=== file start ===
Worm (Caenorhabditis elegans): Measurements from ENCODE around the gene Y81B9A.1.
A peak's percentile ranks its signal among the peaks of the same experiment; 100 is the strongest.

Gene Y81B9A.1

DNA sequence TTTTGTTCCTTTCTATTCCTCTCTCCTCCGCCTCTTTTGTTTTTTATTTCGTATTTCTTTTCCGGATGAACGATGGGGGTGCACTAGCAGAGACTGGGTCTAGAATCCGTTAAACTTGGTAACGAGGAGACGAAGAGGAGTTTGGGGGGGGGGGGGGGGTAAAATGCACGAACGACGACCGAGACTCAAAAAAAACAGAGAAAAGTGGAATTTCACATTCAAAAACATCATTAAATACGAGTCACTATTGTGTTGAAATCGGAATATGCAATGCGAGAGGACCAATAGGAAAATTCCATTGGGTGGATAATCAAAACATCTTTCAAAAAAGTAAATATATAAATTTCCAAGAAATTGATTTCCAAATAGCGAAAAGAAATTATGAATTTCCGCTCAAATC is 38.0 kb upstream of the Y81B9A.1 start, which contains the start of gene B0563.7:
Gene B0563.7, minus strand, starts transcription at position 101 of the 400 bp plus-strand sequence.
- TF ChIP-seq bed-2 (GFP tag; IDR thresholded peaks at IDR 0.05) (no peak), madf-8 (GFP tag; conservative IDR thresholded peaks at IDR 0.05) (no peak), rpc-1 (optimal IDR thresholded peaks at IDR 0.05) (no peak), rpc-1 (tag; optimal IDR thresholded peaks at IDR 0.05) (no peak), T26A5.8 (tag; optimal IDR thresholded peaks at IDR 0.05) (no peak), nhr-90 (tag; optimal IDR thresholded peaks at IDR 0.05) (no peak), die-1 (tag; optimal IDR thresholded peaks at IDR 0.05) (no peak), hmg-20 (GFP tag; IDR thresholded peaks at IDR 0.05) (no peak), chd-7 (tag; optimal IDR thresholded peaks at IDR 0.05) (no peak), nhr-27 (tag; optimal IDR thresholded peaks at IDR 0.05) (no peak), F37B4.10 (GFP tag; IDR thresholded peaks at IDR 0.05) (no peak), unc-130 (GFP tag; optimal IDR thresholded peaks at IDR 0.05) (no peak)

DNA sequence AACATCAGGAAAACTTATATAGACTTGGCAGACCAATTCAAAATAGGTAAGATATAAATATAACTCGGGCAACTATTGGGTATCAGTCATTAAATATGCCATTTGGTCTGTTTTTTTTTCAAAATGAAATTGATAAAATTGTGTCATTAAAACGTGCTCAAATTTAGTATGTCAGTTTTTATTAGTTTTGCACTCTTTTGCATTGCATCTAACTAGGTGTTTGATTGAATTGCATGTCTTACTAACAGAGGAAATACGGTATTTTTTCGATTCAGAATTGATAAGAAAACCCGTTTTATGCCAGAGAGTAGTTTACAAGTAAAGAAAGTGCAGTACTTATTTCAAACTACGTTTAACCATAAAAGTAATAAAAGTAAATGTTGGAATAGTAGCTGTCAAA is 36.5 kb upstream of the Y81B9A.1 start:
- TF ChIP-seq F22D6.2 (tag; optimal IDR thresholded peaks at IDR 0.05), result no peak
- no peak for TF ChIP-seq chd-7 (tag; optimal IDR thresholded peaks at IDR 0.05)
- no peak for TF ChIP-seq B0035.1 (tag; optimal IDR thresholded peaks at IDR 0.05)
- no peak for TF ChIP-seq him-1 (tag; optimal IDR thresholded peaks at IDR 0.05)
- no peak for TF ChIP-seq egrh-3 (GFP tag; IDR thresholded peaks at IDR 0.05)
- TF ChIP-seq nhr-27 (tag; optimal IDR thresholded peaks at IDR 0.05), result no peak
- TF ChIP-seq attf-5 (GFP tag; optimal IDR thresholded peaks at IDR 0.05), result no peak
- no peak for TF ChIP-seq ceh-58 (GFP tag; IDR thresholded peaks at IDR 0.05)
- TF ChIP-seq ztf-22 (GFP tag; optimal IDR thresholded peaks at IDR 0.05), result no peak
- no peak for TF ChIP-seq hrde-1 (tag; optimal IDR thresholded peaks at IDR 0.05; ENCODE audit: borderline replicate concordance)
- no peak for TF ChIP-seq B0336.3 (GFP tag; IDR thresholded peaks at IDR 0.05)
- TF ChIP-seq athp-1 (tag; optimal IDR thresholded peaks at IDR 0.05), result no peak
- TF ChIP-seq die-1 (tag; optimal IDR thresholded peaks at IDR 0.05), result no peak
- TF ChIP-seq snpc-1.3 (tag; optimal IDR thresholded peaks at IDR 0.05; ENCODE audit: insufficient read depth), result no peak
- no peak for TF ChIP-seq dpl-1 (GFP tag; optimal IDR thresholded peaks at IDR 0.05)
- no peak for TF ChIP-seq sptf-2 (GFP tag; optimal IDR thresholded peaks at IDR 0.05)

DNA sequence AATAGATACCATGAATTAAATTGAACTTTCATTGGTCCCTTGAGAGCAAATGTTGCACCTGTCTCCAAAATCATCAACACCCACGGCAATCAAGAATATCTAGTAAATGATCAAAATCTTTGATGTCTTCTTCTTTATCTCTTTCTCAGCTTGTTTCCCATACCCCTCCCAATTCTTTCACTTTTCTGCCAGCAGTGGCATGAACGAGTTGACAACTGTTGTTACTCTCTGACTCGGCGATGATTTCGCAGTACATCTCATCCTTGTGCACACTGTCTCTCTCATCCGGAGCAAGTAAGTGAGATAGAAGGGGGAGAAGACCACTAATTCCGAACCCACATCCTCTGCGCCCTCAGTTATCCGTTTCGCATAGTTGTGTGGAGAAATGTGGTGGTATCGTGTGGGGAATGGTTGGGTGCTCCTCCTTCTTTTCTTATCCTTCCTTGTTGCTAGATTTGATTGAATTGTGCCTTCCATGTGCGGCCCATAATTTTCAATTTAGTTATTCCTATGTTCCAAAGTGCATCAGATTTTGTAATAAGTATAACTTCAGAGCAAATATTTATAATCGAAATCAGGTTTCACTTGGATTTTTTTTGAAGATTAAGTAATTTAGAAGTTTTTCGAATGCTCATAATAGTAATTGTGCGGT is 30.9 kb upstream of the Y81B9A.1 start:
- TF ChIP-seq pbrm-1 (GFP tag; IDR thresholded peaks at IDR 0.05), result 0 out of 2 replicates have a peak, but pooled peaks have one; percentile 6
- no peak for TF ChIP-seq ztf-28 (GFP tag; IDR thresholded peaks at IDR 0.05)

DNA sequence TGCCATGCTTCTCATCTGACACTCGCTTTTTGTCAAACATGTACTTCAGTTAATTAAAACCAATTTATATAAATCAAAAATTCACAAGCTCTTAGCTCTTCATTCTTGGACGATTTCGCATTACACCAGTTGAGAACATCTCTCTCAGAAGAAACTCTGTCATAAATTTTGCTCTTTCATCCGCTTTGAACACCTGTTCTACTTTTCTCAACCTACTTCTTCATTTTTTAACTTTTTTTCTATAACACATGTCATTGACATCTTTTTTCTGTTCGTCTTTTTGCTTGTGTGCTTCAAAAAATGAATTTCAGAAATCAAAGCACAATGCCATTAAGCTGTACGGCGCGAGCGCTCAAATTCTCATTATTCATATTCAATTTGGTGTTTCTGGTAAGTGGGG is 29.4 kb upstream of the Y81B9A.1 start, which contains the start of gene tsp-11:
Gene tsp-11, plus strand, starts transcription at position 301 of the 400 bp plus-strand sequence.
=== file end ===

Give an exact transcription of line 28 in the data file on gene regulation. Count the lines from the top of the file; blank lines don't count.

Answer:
Gene tsp-11, plus strand, starts transcription at position 301 of the 400 bp plus-strand sequence.